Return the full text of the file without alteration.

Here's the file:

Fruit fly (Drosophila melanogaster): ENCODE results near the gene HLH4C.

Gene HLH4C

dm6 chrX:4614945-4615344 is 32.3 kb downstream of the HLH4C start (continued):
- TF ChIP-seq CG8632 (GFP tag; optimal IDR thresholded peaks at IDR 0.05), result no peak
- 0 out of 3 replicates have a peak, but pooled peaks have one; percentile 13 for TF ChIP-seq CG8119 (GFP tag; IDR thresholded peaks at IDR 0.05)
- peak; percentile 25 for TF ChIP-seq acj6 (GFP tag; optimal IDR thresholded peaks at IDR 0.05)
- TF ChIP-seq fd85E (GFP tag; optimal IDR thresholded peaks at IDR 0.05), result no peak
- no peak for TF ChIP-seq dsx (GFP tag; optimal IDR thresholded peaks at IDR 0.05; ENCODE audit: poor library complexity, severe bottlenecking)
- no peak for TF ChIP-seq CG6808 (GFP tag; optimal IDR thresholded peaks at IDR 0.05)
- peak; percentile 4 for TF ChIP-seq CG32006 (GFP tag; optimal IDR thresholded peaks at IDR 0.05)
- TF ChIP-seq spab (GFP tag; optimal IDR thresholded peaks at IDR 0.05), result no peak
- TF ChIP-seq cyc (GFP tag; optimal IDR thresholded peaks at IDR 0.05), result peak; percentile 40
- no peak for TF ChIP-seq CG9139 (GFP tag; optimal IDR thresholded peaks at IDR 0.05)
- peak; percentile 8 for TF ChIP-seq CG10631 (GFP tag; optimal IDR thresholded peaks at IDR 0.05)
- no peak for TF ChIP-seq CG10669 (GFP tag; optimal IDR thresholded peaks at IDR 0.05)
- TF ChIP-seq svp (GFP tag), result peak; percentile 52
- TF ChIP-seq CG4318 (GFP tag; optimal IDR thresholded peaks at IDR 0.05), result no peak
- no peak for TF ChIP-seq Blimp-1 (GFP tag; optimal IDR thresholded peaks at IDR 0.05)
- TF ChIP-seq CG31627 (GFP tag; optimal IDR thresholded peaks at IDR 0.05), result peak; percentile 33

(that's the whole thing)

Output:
Fruit fly (Drosophila melanogaster): ENCODE results near the gene HLH4C.

Gene HLH4C

dm6 chrX:4614945-4615344 is 32.3 kb downstream of the HLH4C start (continued):
- TF ChIP-seq CG8632 (GFP tag; optimal IDR thresholded peaks at IDR 0.05), result no peak
- 0 out of 3 replicates have a peak, but pooled peaks have one; percentile 13 for TF ChIP-seq CG8119 (GFP tag; IDR thresholded peaks at IDR 0.05)
- peak; percentile 25 for TF ChIP-seq acj6 (GFP tag; optimal IDR thresholded peaks at IDR 0.05)
- TF ChIP-seq fd85E (GFP tag; optimal IDR thresholded peaks at IDR 0.05), result no peak
- no peak for TF ChIP-seq dsx (GFP tag; optimal IDR thresholded peaks at IDR 0.05; ENCODE audit: poor library complexity, severe bottlenecking)
- no peak for TF ChIP-seq CG6808 (GFP tag; optimal IDR thresholded peaks at IDR 0.05)
- peak; percentile 4 for TF ChIP-seq CG32006 (GFP tag; optimal IDR thresholded peaks at IDR 0.05)
- TF ChIP-seq spab (GFP tag; optimal IDR thresholded peaks at IDR 0.05), result no peak
- TF ChIP-seq cyc (GFP tag; optimal IDR thresholded peaks at IDR 0.05), result peak; percentile 40
- no peak for TF ChIP-seq CG9139 (GFP tag; optimal IDR thresholded peaks at IDR 0.05)
- peak; percentile 8 for TF ChIP-seq CG10631 (GFP tag; optimal IDR thresholded peaks at IDR 0.05)
- no peak for TF ChIP-seq CG10669 (GFP tag; optimal IDR thresholded peaks at IDR 0.05)
- TF ChIP-seq svp (GFP tag), result peak; percentile 52
- TF ChIP-seq CG4318 (GFP tag; optimal IDR thresholded peaks at IDR 0.05), result no peak
- no peak for TF ChIP-seq Blimp-1 (GFP tag; optimal IDR thresholded peaks at IDR 0.05)
- TF ChIP-seq CG31627 (GFP tag; optimal IDR thresholded peaks at IDR 0.05), result peak; percentile 33